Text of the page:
The Hoffman Center for the Arts in Manzanita will screen the feature film “Vicious,” written and directed by Oregon independent filmmaker Jason Rosenblatt, Friday, Feb. 22, at 7:30 p.m. Admission will be $5.
Filmed in Portland, “Vicious” tells the story of a young woman who becomes the object of a stalker’s obsession. He refuses to leave her alone until she agrees to quit working as a stripper. She spirals deeper and deeper into the darkness of the world in which her oppressors have trapped her, until she gains the strength to overcome the negative forces acting on her life.
The 96-minute film stars Angela Nordeng, Tommy Harrington, and Jason James Richter.
The Hoffman Center screened “Struggles to Connect,” a collection of Rosenblatt’s works, in May 2018.
Rosenblatt is a writer, director and editor from Portland, with early experience at New Regency Entertainment and Creative Artists Agency. He is the editor for award-winning documentary filmmaker Heather E. Connell and often collaborates with fellow Portland-based filmmaker Sean Parker.
The Manzanita Film Series is a program of the Hoffman Center for the Arts in Manzanita. Films are screened monthly throughout the year.
Art of Dying
Sallie Tisdale will lead a Conversation based on her book Advice for Future Corpses (and Those Who Love Them) for the Art of Aging/of Dying series at the Hoffman Center for the Arts in Manzanita on Wednesday, February 27, 2019, from 3 to 5 pm. Fee is $5. Cloud & Leaf will have Sallie’s books for sale at the event.
Sallie Tisdale’s book is based on workshops she has given for several years in how to prepare for death. The workshop is based on blunt exploration of our fears and re-sistance to the fact of our own death, and the many ways we subtly accept the idea without fully accepting the experience. Several exercises as well as discussion help us move toward a deeper, experiential awareness of our own death and our hidden atti-tudes toward it.
Sallie Tisdale is the author of nine books, including Talk Dirty to Me, Stepping West-ward, and Women of the Way. Her collection of essays, Violation, was published in 2015 by Hawthorne Books. Her works have appeared in Harper’s Antioch Review, Con-junctions, Threepenny Review, New Yorker, and Tricycle, among other journals. Tis-dale is the 2013 recipient of the Regional Arts and Culture Council Literary Fellow-ship. She has received a Pushcart Prize, an NEA Fellowship, the James Phelan Liter-ary Award, and was a Dorothy and Arthur Shoenfeldt Distinguished Writer of the Year. Tisdale is a long-time member of PEN and was a judge for the National Book award in 2010.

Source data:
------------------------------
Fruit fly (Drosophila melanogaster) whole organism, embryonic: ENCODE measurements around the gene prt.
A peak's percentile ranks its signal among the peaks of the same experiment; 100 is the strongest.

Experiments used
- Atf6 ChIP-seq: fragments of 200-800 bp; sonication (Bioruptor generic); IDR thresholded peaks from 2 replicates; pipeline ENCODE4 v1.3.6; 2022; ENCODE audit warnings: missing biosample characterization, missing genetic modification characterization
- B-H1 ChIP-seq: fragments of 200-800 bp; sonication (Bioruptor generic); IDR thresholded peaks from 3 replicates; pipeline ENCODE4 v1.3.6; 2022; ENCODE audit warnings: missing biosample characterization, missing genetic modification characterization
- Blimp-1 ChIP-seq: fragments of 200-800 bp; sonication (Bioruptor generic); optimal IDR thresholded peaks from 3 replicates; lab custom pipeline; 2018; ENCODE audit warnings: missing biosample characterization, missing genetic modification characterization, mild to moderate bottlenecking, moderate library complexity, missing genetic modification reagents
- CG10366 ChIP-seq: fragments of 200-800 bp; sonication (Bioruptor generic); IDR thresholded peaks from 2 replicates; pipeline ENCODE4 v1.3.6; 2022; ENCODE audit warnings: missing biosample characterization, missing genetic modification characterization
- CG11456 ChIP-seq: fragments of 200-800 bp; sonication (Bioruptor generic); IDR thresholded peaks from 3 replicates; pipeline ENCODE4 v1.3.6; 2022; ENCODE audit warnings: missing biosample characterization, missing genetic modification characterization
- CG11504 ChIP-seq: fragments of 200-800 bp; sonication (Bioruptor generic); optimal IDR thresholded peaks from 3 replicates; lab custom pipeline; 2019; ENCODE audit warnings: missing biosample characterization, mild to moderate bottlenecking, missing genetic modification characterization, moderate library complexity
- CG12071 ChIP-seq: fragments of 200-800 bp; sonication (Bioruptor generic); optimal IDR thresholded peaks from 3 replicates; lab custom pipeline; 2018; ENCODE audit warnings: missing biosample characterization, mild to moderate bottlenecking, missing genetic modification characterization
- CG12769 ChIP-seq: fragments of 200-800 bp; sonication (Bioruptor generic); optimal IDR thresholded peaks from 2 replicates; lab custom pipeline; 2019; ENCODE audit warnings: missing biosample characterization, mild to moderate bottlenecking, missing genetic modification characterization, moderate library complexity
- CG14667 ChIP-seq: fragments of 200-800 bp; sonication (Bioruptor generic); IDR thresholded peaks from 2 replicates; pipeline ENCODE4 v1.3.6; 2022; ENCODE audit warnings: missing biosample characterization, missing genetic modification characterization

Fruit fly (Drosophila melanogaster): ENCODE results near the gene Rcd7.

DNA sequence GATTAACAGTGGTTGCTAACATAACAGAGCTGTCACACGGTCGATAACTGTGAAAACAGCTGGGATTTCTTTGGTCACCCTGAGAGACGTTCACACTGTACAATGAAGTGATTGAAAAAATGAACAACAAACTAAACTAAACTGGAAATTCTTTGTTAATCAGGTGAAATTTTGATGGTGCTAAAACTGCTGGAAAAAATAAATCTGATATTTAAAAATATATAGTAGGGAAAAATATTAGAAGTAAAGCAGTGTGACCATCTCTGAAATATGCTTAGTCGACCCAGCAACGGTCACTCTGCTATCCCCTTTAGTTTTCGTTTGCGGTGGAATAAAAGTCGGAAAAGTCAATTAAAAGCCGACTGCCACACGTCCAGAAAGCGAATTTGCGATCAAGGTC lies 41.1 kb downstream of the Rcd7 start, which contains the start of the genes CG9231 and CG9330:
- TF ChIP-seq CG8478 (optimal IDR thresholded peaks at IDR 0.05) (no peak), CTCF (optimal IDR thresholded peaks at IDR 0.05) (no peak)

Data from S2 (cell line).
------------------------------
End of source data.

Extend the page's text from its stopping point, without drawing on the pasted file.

In addition to her award-winning writing career, Tisdale has been a nurse for many years, including a decade in palliative care.
We are honored to have Sallie Tisdale as part of the Art of Dying’s ongoing intention of supporting conversations about death in our community.
If you’d like to be on an email list for the Art of Aging/of Dying announcements, email Tela Skinner at firstname.lastname@example.org.
The Art of Aging/of Dying Series is a program of the Hoffman Center of the Arts and will be held at the Hoffman Center (across from Manzanita Library at 594 Laneda Ave). Fur-ther information is available at www.hoffmanblog.org online or contact Tela Skinner at email@example.com.
Painting with Wool
The Hoffman Center for the Arts in Manzanita will offer Painting with Wool, a one-day workshop March 2, 2019, from 10:00am to 4:00pm. Workshop tuition is $40.00 plus a $25.00 materials fee.
Led by local fiber artists, Glenna Gray and Jeanine Rumble, students will explore how to create amazing 2-dimensional, painterly images by needling wool into fabric. Landscapes, portraits, abstracts, or animals—the sky is the limit!
This workshop will provide all the materials to allow beginners and experienced artists an introduction to this emerging medium. Students will be shown methods of making colorful images into wool felt, as well as fine linen. Embroidery hoops, needles, fabric and a wide assortment of wool colors will be available. Methods demonstrated include transferring drawings onto fabric, color blending, and layering.
Artists Gray and Rumble believe “expanding wool painting into multi-media, 3-D and wearable art offers limitless possibilities.”
Participants are free to bring their own drawings, photos or ideas suitable for a painting from 6 to 10 inches; or try some of the images provided in the workshop. Wool and other materials can be taken home after to the workshop to complete paintings.